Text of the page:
But, it isn't that simple. As he talks more with Pilate, we learn that Ha-Nozri really does have prophetic powers: he knows things about Pilate that nobody else could possibly know, including his past, future and innermost hopes and fears. And Pilate sees that Ha-Nozri does fervently believe in the value of mens' souls, in their capacity for goodness, in the importance of love.

The end result is intriguing and a little discombobulating, a fine mixture of history, theology and fiction. Ha-Nozri pleads for his life and attempts to deal with Pilate; but he also predicts Pilate's eventual fate, eternally remembered daily by billions of people reciting the Apostle's Creed. Ha-Nozri isn't omniscient, but is prophetic; isn't omnipotent, but seems to be unwittingly propelling broader events. The dynamic between Roman occupiers, the figurehead Herodic state, the caste of priestly elite, rebellious zealot faction and broader Israeli population all feels accurate and authentic, while all of the details are off, not least Pilate ultimately acting as a Godfather-esque potentate carrying out an elaborate revenge plot to assassinate Judas.

The status of this Pilate story morphs and evolves as the Moscow story progresses. Initially it is told by Woland as history: essentially "I was there, I know what was real, your atheism is wrong." But it's presented as a separate standalone chapter, not as dialogue delivered by Woland, and thus seems to carry much more empirical weight: this is narration, not dialogue, something that happened. Returning to the present, his listeners seem dumbfounded, deeply affected by this strange and compelling tale.

As the story continues, we gradually come to learn that the Pilate story is actually the novel that was written by the master, for which he was mocked, stripped of his connections and ultimately sent to an insane asylum. It's the same story that Margarita cherishes. It's both past and future: Margarita dearly wants to see the story finished, to read how it ends, and that yearning is intertwined with her passionate desire to be physically and intellectually reunited with her beloved.


Margarita makes a very late entrance in the book, but it is a stunning one, and within a few chapters Bulgakov somehow manages to outdo the already outstanding zany anarchy of the book. Margarita soars on a broom, witch-like and invisible, through the city streets, smashing windows as she goes, causing a plumbing catastrophe for the magazine editor she despises, chortling and cackling with fearless glee.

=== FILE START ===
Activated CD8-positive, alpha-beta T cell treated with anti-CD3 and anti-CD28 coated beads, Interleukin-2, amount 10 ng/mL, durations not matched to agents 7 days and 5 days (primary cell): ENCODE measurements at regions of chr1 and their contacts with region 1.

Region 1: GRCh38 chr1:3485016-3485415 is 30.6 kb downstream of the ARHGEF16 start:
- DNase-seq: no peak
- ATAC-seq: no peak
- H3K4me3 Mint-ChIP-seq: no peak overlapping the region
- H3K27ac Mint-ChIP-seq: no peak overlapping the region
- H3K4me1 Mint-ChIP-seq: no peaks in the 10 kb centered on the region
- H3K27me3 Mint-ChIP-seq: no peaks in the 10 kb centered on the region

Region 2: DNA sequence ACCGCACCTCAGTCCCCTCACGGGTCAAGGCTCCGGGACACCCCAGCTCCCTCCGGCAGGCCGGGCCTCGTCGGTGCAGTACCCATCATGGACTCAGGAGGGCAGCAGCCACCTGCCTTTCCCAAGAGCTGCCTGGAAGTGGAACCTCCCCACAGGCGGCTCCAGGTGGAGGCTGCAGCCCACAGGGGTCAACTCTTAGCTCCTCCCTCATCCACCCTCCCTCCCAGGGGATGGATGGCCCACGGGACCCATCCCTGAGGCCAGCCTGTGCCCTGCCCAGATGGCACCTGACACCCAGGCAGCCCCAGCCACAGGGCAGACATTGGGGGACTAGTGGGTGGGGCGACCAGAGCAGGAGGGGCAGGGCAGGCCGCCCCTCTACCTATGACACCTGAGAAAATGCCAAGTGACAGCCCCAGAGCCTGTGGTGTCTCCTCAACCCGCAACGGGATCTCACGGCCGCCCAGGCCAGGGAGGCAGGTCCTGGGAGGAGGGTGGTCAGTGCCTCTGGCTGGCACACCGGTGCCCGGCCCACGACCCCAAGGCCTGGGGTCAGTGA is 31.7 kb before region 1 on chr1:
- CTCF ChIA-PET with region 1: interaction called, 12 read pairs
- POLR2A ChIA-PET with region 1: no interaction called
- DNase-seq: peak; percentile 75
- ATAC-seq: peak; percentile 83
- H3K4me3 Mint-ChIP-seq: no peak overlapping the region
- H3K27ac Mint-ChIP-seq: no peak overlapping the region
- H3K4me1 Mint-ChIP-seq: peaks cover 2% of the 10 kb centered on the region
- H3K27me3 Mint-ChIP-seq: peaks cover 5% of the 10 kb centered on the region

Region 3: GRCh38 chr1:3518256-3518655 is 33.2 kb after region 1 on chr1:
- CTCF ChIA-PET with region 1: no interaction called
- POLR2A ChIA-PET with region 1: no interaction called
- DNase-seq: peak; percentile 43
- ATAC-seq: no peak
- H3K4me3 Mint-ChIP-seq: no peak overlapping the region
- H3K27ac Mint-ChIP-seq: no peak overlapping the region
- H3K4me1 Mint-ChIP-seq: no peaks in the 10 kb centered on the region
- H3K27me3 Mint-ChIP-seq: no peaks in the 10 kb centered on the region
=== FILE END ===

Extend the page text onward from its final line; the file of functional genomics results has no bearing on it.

I think that at some level I kept trying to impose some framework of morality on this book, or to divine what morality it is trying to espouse, but have been thoroughly thwarted, and Margarita is probably the best example of such. She willingly enters Woland's service, ultimately performing in an astonishingly sinister ball of the damned, warmly greeting the most wicked people of history. And, when asked for her reward, she casually asks for mercy for one particular woman who has been unfairly punished. And then follows that up by asking to rejoin the master. It feels like she's somehow thoroughly inhabiting this evil world while not being thoroughly corrupted by it; and not because she's a good or virtuous person. Much as there's no reason for all the havoc wracked upon the innocent of Moscow, there's no reason for... well, anything that happens with Margarita. But she's thoroughly happy, laughingly shrugging off the indignities she endures, calmly looking the devil in the eye, and content to simply be back in a grubby basement apartment with the man she loves.

And then they both die. The ending is really intriguing, providing few answers but lots of fodder for speculation, as the disparate threads of the Pilate story and the Moscow story are woven together again. Matthew appears: not the serene saint of the church, but the harried fanatic of Ha-Nozri. There's a command, or maybe it's a negotiation, or maybe a statement. It seems like the epigraph was correct after all, and the devil does eternally carry out God's will. Maybe.

"Thus spoke Margarita, walking with the master towards their eternal home, and it seemed to the master that Margarita's words flowed in the same way as the stream they had left behind flowed and whispered, and the master's memory, the master's anxious, needled memory began to fade. Someone was setting the master free, as he himself had just set free the hero he had created." (p. 384)